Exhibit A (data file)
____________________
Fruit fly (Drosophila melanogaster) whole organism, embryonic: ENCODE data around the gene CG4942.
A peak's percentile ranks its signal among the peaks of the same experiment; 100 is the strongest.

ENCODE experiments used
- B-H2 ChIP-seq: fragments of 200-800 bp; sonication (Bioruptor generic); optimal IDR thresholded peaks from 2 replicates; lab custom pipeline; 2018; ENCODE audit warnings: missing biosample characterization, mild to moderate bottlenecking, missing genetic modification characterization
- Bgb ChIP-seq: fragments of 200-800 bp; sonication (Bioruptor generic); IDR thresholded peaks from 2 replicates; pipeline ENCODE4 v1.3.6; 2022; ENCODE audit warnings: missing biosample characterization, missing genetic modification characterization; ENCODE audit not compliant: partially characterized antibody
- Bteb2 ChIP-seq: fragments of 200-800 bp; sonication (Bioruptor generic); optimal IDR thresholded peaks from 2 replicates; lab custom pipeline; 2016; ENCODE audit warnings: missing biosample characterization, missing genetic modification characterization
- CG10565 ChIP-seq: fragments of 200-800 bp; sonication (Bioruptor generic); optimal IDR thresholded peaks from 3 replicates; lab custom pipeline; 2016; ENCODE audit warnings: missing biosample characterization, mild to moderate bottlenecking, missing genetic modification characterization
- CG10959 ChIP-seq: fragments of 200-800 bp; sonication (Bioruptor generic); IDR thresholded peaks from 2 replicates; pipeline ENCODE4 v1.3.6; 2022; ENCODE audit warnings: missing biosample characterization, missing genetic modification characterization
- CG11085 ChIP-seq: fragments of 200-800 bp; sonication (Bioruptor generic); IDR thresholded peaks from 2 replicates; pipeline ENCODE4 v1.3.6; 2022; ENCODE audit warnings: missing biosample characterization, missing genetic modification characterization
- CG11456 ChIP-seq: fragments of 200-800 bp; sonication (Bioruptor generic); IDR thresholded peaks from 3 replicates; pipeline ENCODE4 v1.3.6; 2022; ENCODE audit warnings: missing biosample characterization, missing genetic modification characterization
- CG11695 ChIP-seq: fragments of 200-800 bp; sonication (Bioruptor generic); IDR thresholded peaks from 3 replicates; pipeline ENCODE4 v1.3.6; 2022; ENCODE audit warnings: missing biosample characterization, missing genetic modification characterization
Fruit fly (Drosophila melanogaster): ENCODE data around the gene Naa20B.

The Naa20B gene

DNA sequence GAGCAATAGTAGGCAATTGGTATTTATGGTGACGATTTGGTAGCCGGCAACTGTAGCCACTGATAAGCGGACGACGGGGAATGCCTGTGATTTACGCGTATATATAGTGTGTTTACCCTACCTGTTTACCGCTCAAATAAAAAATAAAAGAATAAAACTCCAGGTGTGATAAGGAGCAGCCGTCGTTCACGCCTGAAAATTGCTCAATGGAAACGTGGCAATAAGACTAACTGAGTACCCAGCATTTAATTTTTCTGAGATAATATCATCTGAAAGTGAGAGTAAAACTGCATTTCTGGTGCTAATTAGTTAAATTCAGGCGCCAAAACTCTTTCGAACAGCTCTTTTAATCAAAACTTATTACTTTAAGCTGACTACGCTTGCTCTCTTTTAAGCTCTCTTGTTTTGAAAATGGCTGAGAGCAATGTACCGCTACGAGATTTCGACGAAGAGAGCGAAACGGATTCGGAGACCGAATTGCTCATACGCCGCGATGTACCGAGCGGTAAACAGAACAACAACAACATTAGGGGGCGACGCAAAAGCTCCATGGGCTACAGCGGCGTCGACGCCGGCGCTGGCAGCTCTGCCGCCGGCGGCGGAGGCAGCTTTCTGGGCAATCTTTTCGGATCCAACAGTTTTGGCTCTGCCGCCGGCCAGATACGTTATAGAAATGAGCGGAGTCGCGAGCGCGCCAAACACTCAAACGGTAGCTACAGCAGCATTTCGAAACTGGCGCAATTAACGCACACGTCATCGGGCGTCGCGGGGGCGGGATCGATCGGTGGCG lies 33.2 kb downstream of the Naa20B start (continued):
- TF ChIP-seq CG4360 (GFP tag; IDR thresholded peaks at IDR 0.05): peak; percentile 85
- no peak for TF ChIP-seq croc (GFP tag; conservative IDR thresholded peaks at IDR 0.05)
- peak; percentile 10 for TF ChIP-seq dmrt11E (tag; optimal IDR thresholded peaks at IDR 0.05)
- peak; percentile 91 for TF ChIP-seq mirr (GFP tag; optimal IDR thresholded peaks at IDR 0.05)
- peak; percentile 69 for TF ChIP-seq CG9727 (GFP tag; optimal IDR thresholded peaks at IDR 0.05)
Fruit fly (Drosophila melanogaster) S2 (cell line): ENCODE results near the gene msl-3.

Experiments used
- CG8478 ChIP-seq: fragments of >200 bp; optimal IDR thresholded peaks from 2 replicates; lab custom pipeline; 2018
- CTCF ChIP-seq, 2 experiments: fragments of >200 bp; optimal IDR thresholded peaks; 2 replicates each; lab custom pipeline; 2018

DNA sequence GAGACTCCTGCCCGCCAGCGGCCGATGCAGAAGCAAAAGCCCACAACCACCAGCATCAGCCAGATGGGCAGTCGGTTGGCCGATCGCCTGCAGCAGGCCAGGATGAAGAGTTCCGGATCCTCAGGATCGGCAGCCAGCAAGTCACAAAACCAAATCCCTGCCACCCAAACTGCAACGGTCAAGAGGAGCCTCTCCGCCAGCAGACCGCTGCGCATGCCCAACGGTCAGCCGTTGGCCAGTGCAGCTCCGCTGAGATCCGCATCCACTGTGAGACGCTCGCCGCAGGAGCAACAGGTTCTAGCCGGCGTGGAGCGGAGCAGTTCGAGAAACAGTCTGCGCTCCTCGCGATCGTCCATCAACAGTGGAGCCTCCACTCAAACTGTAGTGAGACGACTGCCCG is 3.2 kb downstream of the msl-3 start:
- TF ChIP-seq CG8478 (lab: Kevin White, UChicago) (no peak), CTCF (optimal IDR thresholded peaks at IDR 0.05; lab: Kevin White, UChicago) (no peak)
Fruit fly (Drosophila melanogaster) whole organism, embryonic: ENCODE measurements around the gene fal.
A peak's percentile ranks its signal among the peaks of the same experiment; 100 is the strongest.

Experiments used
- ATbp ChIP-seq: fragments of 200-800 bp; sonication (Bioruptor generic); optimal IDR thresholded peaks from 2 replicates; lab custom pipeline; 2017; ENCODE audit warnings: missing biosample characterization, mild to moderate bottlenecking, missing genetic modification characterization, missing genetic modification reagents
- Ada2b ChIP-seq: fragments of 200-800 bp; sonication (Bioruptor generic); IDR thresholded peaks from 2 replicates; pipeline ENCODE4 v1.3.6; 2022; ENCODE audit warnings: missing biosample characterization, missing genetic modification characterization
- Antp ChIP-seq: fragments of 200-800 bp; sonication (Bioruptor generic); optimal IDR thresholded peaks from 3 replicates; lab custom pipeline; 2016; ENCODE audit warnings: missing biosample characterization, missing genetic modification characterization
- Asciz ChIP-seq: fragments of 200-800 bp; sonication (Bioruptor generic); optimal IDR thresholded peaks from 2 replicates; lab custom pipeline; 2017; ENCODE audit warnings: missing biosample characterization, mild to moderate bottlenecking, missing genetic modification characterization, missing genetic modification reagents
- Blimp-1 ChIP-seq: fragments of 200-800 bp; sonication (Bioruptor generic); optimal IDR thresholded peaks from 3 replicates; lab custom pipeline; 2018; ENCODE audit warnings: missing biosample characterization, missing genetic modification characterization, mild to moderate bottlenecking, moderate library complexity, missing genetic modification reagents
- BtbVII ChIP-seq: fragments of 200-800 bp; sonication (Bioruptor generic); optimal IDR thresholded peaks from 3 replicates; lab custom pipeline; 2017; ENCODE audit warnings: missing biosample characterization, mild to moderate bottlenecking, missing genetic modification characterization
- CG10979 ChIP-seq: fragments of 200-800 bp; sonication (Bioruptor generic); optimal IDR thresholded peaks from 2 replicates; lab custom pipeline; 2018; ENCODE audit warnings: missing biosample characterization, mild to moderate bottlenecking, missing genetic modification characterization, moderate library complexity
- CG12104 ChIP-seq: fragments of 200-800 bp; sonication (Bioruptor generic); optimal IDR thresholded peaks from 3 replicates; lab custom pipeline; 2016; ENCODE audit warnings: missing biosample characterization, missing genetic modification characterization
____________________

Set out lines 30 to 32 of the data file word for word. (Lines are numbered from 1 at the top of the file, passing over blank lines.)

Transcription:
- Ada2b ChIP-seq: fragments of 200-800 bp; sonication (Bioruptor generic); IDR thresholded peaks from 2 replicates; pipeline ENCODE4 v1.3.6; 2022; ENCODE audit warnings: missing biosample characterization, missing genetic modification characterization
- Antp ChIP-seq: fragments of 200-800 bp; sonication (Bioruptor generic); optimal IDR thresholded peaks from 3 replicates; lab custom pipeline; 2016; ENCODE audit warnings: missing biosample characterization, missing genetic modification characterization
- Asciz ChIP-seq: fragments of 200-800 bp; sonication (Bioruptor generic); optimal IDR thresholded peaks from 2 replicates; lab custom pipeline; 2017; ENCODE audit warnings: missing biosample characterization, mild to moderate bottlenecking, missing genetic modification characterization, missing genetic modification reagents